Civil War Railroad Papers

USS ALASKA

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University of North Dakota
UND Scholarly Commons
Theses and Dissertations
Theses, Dissertations, and Senior Projects
12-1-1984
Ormsby MacKnight Mitchel and the Railroad: A Study of the Significance of Lines of Communications in the Civil War, 1861-1862
Michael Robert Terry

This Thesis is brought to you for free and open access by the Theses, Dissertations, and Senior Projects at UND Scholarly Commons. It has been accepted for inclusion in Theses and Dissertations by an authorized administrator of UND Scholarly Commons. For more information, please contact [email protected]

Abstract
This thesis analyzes a minor campaign of the American Civil War, but one which illustrates the importance of the railroad, as a line of communications, to strategy. In the Spring of 1862, the Union Army in the west concentrated at Pittsburg Landing, in Tennessee, preparatory to an advance south on Corinth, Mississippi. General Ormsby Macknight Mitchel, in command of the Third Division of the Army of the Ohio, was given the defensive duty of safeguarding the Federal left, which included Middle Tennessee, against any Confederate threat from Chattanooga. Instead, Mitchel advanced to and captured Huntsville, Alabama.

This action provided several opportunities for the Union that Mitchel attempted to pursue. His occupation of northern Alabama severed the Confederate connection between Virginia and Mississippi and forced the South to transport men and material via Mobile, rather than by the expeditious route through Chattanooga and northern Alabama.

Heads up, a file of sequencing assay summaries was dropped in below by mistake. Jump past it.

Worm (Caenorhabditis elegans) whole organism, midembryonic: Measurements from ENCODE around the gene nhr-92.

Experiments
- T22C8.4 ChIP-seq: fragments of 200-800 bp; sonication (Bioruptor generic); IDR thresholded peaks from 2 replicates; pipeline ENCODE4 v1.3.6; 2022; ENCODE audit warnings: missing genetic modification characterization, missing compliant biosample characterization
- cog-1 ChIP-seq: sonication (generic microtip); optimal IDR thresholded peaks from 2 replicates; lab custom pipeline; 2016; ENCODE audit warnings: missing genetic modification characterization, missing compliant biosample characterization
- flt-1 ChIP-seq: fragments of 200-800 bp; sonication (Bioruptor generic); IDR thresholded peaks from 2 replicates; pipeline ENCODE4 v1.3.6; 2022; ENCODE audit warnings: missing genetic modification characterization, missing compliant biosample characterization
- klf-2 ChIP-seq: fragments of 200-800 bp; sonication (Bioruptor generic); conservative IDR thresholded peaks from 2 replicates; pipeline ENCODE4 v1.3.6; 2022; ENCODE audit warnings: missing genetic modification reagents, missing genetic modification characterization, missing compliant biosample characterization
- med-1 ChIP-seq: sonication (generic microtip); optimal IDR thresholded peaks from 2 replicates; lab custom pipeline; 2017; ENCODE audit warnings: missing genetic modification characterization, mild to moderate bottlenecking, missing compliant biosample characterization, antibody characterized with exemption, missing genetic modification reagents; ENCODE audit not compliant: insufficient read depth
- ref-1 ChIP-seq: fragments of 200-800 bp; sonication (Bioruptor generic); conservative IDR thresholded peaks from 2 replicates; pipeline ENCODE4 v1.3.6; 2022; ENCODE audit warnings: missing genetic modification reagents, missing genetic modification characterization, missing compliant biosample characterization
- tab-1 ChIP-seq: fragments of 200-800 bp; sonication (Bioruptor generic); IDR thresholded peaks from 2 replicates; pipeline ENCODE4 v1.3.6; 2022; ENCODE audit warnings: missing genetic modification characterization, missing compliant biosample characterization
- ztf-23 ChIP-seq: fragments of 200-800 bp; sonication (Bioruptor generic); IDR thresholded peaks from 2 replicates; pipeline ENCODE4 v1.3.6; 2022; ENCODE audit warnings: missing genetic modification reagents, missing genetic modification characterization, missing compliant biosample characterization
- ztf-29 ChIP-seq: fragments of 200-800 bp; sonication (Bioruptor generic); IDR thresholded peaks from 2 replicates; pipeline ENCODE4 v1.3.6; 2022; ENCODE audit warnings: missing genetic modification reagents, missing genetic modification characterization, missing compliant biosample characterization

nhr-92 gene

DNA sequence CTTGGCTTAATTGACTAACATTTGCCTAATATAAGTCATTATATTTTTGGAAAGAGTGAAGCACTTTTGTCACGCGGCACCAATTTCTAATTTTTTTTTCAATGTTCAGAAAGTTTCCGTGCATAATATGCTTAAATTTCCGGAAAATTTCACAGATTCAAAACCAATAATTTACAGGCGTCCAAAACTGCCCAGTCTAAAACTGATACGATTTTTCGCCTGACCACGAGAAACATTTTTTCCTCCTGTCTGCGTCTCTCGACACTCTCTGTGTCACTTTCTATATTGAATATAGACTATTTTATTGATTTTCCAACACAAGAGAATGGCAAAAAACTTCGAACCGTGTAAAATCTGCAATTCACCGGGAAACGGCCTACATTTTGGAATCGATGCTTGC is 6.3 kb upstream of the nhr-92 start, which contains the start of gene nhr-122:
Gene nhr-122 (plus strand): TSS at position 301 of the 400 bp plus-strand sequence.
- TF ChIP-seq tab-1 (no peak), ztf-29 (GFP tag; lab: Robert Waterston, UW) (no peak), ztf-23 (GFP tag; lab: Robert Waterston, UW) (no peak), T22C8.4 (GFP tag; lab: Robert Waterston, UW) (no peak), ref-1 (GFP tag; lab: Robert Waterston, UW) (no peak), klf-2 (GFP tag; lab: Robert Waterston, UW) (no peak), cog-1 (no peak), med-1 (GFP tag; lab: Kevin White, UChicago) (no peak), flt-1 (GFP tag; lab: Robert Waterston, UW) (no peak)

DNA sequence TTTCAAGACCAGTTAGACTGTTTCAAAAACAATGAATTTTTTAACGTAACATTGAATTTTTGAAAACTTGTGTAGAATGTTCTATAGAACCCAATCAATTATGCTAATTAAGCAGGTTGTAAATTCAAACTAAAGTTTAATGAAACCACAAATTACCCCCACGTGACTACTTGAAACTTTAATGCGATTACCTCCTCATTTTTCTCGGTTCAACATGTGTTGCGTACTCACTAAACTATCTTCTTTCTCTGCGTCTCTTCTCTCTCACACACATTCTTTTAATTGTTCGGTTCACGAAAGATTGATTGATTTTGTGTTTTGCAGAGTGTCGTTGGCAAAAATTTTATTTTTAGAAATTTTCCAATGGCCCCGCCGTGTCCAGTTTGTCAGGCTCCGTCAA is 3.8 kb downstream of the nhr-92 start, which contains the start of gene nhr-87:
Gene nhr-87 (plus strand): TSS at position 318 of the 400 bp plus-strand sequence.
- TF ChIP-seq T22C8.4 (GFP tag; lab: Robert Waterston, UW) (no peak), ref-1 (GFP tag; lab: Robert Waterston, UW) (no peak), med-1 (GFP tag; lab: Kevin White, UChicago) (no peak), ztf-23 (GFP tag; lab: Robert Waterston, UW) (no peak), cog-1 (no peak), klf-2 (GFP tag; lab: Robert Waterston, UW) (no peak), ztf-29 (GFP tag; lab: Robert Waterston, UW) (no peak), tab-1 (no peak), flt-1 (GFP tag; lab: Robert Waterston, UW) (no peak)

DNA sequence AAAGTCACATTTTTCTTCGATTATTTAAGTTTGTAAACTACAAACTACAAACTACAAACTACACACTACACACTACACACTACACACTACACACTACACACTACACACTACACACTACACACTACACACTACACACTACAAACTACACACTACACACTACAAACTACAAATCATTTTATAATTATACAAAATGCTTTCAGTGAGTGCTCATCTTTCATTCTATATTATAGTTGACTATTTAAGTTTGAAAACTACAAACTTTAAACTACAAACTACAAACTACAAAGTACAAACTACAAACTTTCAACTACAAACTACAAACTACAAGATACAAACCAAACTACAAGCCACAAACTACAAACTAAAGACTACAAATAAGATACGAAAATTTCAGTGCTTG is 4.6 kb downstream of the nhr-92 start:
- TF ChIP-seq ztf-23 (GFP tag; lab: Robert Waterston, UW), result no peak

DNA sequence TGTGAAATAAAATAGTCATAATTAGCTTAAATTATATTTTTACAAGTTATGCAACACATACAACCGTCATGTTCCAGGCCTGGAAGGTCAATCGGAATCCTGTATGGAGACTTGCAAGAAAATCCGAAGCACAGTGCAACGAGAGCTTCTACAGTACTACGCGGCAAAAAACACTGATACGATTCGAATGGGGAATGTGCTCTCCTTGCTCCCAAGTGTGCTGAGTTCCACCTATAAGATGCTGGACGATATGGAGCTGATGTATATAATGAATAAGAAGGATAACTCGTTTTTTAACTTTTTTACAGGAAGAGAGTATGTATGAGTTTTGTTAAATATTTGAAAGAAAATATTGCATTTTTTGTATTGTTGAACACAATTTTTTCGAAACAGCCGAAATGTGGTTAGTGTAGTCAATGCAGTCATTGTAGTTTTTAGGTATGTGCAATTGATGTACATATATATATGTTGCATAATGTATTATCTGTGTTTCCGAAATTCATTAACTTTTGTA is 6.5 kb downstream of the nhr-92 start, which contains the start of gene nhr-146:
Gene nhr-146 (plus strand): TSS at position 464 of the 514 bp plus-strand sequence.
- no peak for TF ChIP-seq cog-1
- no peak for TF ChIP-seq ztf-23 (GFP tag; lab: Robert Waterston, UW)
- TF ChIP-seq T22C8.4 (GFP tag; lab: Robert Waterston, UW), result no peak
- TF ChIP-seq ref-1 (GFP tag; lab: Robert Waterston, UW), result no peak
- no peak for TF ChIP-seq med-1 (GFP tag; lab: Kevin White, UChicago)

After securing northern Alabama by advancing to Stevenson and Tuscumbia, Mitchel tried to convince his superiors that with more men he could advance from Tuscumbia upon the Mobile and Ohio Railroad, which was the line of communications of the Confederate army located at Corinth. His advance, whether a turning movement or raid, would have broken the stalemate at Corinth and led to the Union capture of that strategic rail junction.

When Mitchel's superiors did not support his proposal, he turned his attention to Chattanooga in hopes of executing the same maneuver upon the Western and Atlantic Railroad, Chattanooga's only link with the deep south. Although he planned to use the same strategy as he had proposed for turning Corinth, this move would not have been successful because of difficulty feeding and supplying the enlarged force that would have been needed to disrupt Confederate communications.

Therefore, Mitchel's only success was in holding the Memphis and Charleston Railroad for almost three months. Eventually the Federal armies used that road to tranfer men and supplies from the Corinth area to Chattanooga in a move to block the same threatening Confederate army that had retired from Corinth.


https://commons.und.edu/cgi/viewcontent.cgi?article=2128&context=theses

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Lubliner

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Thanks @USS ALASKA. We really are rather static here in this forum, my apology. In your previous years along with @DaveBrt having so thoroughly covered nearly every angle I can think of, I am at a loss to further explore and post without major redundancies. Anything you post will be helpful.
Lubliner.
 

USS ALASKA

1st Lieutenant
Joined
Mar 16, 2016
University of Richmond
UR Scholarship Repository
Master's Theses
Student Research
6-1968

The York River Railroad : 1851-1881
Stuart B. Medlin

This Thesis is brought to you for free and open access by the Student Research at UR Scholarship Repository. It has been accepted for inclusion in Master's Theses by an authorized administrator of UR Scholarship Repository. For more information, please contact [email protected].

The construction or railroads in the State of Virginia was perhaps the single most important economic development that affected the growth of the state. Connecting isolated sections of the state, railroads enabled rural and urban areas to share their respective contributions to the economic prosperity of the commonwealth. Beginning in 1836 when Virginia's first line was constructed, Virginia railroading developed rapidly from 676 5/4 miles in 1851 to 1,954 miles in 1880


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